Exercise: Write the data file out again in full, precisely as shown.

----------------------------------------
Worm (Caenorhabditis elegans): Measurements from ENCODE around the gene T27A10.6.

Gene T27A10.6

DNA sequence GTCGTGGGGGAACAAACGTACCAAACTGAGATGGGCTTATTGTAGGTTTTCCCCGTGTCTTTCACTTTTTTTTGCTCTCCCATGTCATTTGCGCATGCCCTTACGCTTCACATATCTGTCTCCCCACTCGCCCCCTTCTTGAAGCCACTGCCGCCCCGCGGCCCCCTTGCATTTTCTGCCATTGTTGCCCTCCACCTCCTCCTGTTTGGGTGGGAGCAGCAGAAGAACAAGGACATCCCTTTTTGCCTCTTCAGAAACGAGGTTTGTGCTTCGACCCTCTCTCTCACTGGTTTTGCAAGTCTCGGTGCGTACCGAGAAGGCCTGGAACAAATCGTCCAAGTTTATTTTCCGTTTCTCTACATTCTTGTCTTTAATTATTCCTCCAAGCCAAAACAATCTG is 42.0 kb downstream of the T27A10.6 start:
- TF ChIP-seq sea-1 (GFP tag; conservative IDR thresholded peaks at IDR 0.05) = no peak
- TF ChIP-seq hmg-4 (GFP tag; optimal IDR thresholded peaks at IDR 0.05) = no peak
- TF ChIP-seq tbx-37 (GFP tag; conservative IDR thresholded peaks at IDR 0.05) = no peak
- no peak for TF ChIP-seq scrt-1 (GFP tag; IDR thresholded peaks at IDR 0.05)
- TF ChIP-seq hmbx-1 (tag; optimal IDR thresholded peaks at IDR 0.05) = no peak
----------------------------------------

Worm (Caenorhabditis elegans): Measurements from ENCODE around the gene T27A10.6.

Gene T27A10.6

DNA sequence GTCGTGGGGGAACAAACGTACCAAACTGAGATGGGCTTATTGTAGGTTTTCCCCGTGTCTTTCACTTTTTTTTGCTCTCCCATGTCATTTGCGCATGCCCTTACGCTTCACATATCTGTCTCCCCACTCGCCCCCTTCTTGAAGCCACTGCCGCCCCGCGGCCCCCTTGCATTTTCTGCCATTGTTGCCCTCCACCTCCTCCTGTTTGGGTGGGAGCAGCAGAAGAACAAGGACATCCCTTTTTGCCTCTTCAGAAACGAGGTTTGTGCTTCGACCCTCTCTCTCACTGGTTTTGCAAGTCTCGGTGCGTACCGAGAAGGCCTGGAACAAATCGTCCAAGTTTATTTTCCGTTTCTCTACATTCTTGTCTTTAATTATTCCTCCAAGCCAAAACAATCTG is 42.0 kb downstream of the T27A10.6 start:
- TF ChIP-seq sea-1 (GFP tag; conservative IDR thresholded peaks at IDR 0.05) = no peak
- TF ChIP-seq hmg-4 (GFP tag; optimal IDR thresholded peaks at IDR 0.05) = no peak
- TF ChIP-seq tbx-37 (GFP tag; conservative IDR thresholded peaks at IDR 0.05) = no peak
- no peak for TF ChIP-seq scrt-1 (GFP tag; IDR thresholded peaks at IDR 0.05)
- TF ChIP-seq hmbx-1 (tag; optimal IDR thresholded peaks at IDR 0.05) = no peak